Ruth A. Tucker, Walking Away from Faith: Unraveling the Mystery of Belief & Unbelief.
Downers Grove, IL: InterVarsity Press, 2002.

It was a rainy day in Georgia, and my outside jobs were put on hold for the weekend. The wet weather however, was a welcomed relief. As I watched it rain, it occurred to me that I needed to get the mail. Braving the rain, I ran quickly to the road and collected the mail from the box. Once inside, I inspected the parcel of books. I did not realize that one would demand my total attention the rest of the day.

The title was very clever, Walking Away from Faith. Naively I thought, another book dealing with the topic of Eternal Security. The writer, Ruth Tucker, Ph.D., is an associate professor of missiology at the famed Calvin Theological Seminary. That within itself was tell-tale, unless she was about to renounce her Calvinist theology. But as I read it, I soon realized that there was no real compromise in her theology. If not that, then what theological mischief was she up too?

From the very outset of the book, she made it clear that she in no way would be impacted by whatever apostasy had affected those she was writing about. She separated herself from these apostates by saying, “unlike these who have abandoned the faith, I will not — if for no other reason than the mysterious fact that God has a grip on me.” She continued to assure her readers of the Reformed position that her “salvation does not depend on the strength of” her “faith; it depends only on God’s grace.” A truer friend of Calvin can not be found in the light of the testimonies that she researched and reports.

Hence, she sets up her case for those who seemingly “walk away from faith.” As I read on it became very depressing and frustrating to follow. Were these people who “walked away from faith,” really saved or not? According to her, there is no reason to believe that they were anything but true believers.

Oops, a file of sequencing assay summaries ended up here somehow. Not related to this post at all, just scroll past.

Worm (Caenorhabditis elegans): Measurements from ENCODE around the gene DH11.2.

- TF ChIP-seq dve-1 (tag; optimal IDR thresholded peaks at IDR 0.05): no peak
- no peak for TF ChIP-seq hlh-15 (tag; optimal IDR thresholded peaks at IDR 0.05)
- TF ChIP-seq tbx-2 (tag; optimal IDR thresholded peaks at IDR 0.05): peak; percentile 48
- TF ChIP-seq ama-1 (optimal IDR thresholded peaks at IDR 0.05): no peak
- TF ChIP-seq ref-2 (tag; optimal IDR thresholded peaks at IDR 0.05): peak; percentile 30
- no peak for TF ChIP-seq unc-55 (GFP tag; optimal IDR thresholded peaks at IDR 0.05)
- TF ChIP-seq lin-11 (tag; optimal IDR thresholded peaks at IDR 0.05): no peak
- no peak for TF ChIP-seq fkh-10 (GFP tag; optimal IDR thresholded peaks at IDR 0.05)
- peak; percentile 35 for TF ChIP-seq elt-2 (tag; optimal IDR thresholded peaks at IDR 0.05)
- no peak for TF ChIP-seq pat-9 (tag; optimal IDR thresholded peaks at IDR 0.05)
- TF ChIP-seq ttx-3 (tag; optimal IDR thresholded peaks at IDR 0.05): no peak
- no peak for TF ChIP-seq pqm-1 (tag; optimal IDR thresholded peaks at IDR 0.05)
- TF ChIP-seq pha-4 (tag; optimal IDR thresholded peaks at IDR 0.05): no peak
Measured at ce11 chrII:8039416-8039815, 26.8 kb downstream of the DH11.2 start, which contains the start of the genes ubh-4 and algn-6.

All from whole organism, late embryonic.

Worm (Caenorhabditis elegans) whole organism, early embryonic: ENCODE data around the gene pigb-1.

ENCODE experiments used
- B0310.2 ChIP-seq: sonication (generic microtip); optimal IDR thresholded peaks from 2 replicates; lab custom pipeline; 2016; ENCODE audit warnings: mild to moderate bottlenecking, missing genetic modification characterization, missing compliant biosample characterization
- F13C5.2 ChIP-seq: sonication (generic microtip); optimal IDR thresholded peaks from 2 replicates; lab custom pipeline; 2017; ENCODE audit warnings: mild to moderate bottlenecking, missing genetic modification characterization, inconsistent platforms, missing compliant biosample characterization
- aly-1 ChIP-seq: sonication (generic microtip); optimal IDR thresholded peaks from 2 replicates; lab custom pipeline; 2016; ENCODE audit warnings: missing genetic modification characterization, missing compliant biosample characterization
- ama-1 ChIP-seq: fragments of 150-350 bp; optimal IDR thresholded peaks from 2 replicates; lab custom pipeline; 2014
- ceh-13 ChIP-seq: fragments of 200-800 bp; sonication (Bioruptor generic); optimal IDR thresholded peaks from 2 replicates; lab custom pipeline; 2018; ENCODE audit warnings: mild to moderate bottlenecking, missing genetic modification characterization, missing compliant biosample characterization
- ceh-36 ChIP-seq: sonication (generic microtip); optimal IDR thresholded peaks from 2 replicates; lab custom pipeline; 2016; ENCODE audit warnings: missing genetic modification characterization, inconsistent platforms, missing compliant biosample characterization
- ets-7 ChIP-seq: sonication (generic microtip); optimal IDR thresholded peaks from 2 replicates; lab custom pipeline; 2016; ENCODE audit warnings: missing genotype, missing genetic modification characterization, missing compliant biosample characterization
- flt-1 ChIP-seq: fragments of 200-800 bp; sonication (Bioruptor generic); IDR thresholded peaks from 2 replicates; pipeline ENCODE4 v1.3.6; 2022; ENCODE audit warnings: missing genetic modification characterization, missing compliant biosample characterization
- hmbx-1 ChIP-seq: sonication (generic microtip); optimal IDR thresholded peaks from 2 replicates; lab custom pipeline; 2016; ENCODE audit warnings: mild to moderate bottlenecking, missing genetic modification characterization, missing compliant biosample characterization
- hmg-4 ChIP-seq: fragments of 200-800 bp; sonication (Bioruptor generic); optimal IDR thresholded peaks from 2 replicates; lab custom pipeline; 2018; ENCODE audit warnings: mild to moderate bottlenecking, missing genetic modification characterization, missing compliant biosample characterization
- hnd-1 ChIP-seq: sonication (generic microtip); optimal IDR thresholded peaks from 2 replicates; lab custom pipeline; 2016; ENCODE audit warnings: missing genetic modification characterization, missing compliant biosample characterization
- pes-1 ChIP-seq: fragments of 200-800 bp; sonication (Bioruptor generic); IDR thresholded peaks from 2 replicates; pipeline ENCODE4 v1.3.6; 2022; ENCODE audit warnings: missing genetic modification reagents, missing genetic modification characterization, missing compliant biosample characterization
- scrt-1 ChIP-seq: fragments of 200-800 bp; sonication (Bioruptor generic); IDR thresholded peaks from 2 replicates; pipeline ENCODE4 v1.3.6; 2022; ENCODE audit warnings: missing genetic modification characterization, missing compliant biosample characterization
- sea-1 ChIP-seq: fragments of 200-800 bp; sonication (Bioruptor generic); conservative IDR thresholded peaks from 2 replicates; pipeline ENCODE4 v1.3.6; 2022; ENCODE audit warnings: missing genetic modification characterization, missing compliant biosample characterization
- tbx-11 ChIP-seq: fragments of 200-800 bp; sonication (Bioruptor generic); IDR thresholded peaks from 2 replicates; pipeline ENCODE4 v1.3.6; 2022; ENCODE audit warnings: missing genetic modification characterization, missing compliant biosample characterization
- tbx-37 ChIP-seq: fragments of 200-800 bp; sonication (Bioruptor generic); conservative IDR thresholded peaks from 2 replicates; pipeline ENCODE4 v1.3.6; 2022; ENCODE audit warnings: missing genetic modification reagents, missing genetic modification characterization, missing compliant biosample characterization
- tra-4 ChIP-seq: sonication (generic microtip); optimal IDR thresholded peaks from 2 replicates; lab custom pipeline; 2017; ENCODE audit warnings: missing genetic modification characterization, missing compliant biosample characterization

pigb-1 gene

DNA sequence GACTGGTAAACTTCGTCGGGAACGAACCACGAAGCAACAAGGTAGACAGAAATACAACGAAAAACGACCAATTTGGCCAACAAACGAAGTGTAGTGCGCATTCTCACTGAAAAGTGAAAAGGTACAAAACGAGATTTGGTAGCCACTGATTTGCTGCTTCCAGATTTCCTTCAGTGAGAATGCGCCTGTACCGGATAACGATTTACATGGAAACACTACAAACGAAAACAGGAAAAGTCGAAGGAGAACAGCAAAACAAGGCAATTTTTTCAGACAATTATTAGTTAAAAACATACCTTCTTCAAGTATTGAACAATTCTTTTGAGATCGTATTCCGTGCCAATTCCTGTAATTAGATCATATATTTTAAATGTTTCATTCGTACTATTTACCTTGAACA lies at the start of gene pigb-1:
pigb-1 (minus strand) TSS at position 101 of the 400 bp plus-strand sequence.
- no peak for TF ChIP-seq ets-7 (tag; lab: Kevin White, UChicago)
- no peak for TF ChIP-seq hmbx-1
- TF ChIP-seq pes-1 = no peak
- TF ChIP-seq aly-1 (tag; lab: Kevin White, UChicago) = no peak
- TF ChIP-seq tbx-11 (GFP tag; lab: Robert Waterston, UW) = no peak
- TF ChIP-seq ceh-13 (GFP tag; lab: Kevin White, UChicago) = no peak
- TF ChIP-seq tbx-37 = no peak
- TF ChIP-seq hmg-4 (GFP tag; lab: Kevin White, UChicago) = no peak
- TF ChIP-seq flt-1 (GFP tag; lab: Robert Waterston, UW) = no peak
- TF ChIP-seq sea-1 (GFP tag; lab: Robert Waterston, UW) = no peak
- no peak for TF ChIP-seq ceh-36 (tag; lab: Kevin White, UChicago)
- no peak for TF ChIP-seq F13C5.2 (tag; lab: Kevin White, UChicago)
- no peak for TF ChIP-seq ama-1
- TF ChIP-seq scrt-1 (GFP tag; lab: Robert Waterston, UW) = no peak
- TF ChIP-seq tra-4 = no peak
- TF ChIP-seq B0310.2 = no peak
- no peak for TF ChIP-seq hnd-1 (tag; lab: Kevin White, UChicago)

For example, using the account of Dan Barker’s collapsed faith, she says, “Was he never a Christian? I can claim that, if it is the only way his story fits my theological system, but this means my not taking him at his word. Or I could say that although he claims he is no longer a Christian, he really is, but that would also be dismissing him. For I have no reason to assume that he will come back to faith during his lifetime.” Another example she used is the story of Chuck Templeton, who after working as a highly successful evangelist, became a celebrated agnostic. There were others who seemed to follow his example too. She spoke of a student at Moody Bible Institute who also turned from God because he was frustrated with his sexuality. Her book parades a litany of true stories of those who she considered to have fallen from faith. That is the general content of the book. Story after story of people committing personal apostasy, and even drawing others away from Christ.

While this book does speak to reasons why these people fell from grace, or walk away from faith, she seems to blame the philosophy of humanism for most of their destruction.

She also used these cases to build the idea that we all are tempted from time to time to do what these apostates did. Somehow her view of “Lord, I believe; help my unbelief” means that we can not help but have this problem too. While this could be true, the real question is why would God have a “grip” on her and be cruel enough to let others slip out of His hand and into hell? Perhaps this is part of her mischief. Maybe this is a new way of proving the sovereign grace of unconditional election for some.

At first glance the book may have seemed a victory for Methodist Arminianism. However this book shows more of the same old reasoning from our Calvinist and Baptist friends. As far as I am concerned, it is only a victory if they admit that they could truly apostatize themselves. If anything is proven by the book, it is the need to take heed lest you fall. Many of the people she speaks of were successful in their calling and walked away from faith. Personally, I do not take apostasy lightly. Of all the evils, it is the most dangerous because it has the potential to be final.

Glancing out of my study window, and watching the rain pound the drive way, I was left with some ponderous thoughts. If the possibility of personal apostasy is not her point, then what is? After giving these real life examples, why does she not see how invalid her theology is in its application? While the book is touted as a no-holds-barred book, in which Ruth Tucker tackles the tough questions about losing faith, more is promised than the book delivers. Although Tucker will allow there are exceptions to the rule, those exceptions never cause her to examine the biblical basis for her Calvinistic presuppositions.

Dennis Hartman